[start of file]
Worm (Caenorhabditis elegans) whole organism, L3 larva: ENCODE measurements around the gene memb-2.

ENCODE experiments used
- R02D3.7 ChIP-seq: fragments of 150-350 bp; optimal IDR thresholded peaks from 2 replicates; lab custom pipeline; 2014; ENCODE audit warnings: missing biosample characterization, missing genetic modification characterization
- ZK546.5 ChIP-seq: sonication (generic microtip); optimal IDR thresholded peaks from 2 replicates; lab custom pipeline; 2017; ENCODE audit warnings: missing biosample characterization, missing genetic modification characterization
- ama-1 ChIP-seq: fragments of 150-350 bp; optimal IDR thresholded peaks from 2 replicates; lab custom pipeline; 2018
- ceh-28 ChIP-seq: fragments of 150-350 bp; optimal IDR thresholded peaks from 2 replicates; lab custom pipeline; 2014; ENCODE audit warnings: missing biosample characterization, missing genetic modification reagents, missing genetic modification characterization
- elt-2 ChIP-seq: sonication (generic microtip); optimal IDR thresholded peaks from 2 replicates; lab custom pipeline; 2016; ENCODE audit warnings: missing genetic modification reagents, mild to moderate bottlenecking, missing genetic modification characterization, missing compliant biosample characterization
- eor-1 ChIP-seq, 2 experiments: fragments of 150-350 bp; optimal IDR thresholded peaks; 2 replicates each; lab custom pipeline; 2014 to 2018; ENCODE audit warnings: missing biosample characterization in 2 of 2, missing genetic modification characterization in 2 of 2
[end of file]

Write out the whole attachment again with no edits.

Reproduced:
Worm (Caenorhabditis elegans) whole organism, L3 larva: ENCODE measurements around the gene memb-2.

ENCODE experiments used
- R02D3.7 ChIP-seq: fragments of 150-350 bp; optimal IDR thresholded peaks from 2 replicates; lab custom pipeline; 2014; ENCODE audit warnings: missing biosample characterization, missing genetic modification characterization
- ZK546.5 ChIP-seq: sonication (generic microtip); optimal IDR thresholded peaks from 2 replicates; lab custom pipeline; 2017; ENCODE audit warnings: missing biosample characterization, missing genetic modification characterization
- ama-1 ChIP-seq: fragments of 150-350 bp; optimal IDR thresholded peaks from 2 replicates; lab custom pipeline; 2018
- ceh-28 ChIP-seq: fragments of 150-350 bp; optimal IDR thresholded peaks from 2 replicates; lab custom pipeline; 2014; ENCODE audit warnings: missing biosample characterization, missing genetic modification reagents, missing genetic modification characterization
- elt-2 ChIP-seq: sonication (generic microtip); optimal IDR thresholded peaks from 2 replicates; lab custom pipeline; 2016; ENCODE audit warnings: missing genetic modification reagents, mild to moderate bottlenecking, missing genetic modification characterization, missing compliant biosample characterization
- eor-1 ChIP-seq, 2 experiments: fragments of 150-350 bp; optimal IDR thresholded peaks; 2 replicates each; lab custom pipeline; 2014 to 2018; ENCODE audit warnings: missing biosample characterization in 2 of 2, missing genetic modification characterization in 2 of 2